The sheer size of the Python package management ecosystem can be daunting not only to beginners, but also to Python veterans as the number of available package managers seems to be ever-increasing. Should you go with the default pip and its requirements.txt file, or should you use Pipenv and a corresponding Pipfile? Maybe you should go with the modern Poetry and a pyproject.toml. Or should you rather use the data science specific Conda and an environment.yml file?

Each tool has its own way of doing things, which might, or might not fit your workflow. There is no one perfect tool for every use case and to decide, which one fits you best takes some digging into the details. On top of the number of options, you will face the problem that each of the package managers might have multiple ways of doing the same thing. One example is that you can use pip to install packages individually with

pip install <package_name>

while you can also keep your dependencies in a requirements.txt file and run

pip install -r requirements.txt

to install them. As you can see, there are many ways to do package management in Python.

Below I show you the way that works best for me in my data science projects.

My Approach

I use the Anaconda Python distribution and the conda package manager. Conda is not only a package manager, it also manages environments. Each conda environment contains its own set of Python packages in addition to its own version of the Python interpreter.

Each project I work on gets its own conda environment. This way, the base environment is not littered with packages of past projects. It also means, that there are never conflicts between the required package versions of different projects. Each environment is lean because it contains only the packages required for a single project. When the project is over, I can remove its dependencies by deleting the entire environment.

I never install packages directly with

conda install <package_name>

Instead, I specify a project’s dependencies in an environment.yml file and create the conda environment from this file. Whenever my dependencies change, I change the file and use it to update the environment. This way, the file always reflects the current state of my working environment. Since this file is part of the project’s git repository and is versioned together with the code, collaborators can easily recreate the environment on their machine and run the code.

This is what an environment.yml looks like:

name: great_data_science_project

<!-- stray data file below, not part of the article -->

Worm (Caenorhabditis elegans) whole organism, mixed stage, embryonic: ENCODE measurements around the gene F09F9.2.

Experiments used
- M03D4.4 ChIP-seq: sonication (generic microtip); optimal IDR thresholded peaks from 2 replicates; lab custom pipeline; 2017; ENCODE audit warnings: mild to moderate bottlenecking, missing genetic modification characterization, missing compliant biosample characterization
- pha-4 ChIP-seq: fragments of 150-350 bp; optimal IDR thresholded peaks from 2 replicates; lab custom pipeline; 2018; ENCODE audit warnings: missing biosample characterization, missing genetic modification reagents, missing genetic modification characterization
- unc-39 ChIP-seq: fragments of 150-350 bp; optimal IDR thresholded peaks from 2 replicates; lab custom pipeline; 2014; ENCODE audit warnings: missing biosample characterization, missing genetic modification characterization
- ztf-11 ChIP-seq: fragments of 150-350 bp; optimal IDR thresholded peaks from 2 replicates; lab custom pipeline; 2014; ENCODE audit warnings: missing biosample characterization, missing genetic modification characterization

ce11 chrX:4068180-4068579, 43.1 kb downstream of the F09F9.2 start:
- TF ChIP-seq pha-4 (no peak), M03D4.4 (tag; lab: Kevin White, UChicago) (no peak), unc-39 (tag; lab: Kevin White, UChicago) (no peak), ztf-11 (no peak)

- defaults
  - conda-forge
  - python=3.8.2
  - pandas>1.0.0
  - jupyter
  - ipython
  - pylint
  - invoke
  - joblib
  - black
  - nb_black
  - pip
  - pip:
      - azureml-sdk==1.4.0

As you can see, the file contains

  • the name of the environment

  • the conda channels to use (What are conda channels?)

  • the environment’s Python version

  • a list of conda dependencies with optional version numbers

  • a list of pip dependencies with optional version numbers

Being able to specify pip dependencies is very handy, as it means you can use conda and an environment.yml for package management and still have access to all of PyPI. Generally speaking, you should use packages from the conda channels whenever possible and only install those packages with pip that are not available in conda channels (Why?).

The ability to specify version numbers is useful if you need a specific feature from a Python package that was only introduced in a certain version. Another reason to specify a version is to shield yourself from potentially backwards-incompatible changes in future versions of a package. Note, how version specification has to be done differently for conda and for pip dependencies.

Managing Environments

To create an environment, you simply run the following command from within the directory containing the environment.yml file. Conda automatically looks for a file with the name environment.yml in the current working directory and uses it to create the environment.

conda env create

To activate it, run

conda activate great_data_science_project

After the environment has been activated, a command like, e.g.,

jupyter notebook

will run the corresponding executable (jupyter) from the activated environment.

If you want to activate an environment, but can’t remember its exact name, you can list all environments available on the machine with

conda env list

Whenever your dependencies change, you edit the environment.yml file and run

conda env update --prune

The --prune argument makes conda remove packages that are not required anymore according to the dependency file. When omitted, conda only adds new dependencies to the environment and never removes any.

To remove the whole environment, run

conda env remove -n great_data_science_project

Although conda is a tool with many features and different ways of doing things, the above five commands are virtually everything I ever need. The result is a set of cleanly separated environments, which always reflect their revision-controlled dependency specifications, which is a big win for reproducibility.

If you need more determinism than this, there are ways to exactly reproduce conda environments. To create lock files for different platforms, conda-lock can be used.

One topic that is not covered in my approach is the separation between dependencies that are only required during development time and dependencies that are required during runtime (dev dependencies). This appears to be a problem without a straightforward solution when using conda.

That’s it. That is how I manage Python dependencies. What do you think about my approach? What are you doing differently? Shoot me an email at I’d love to hear your thoughts!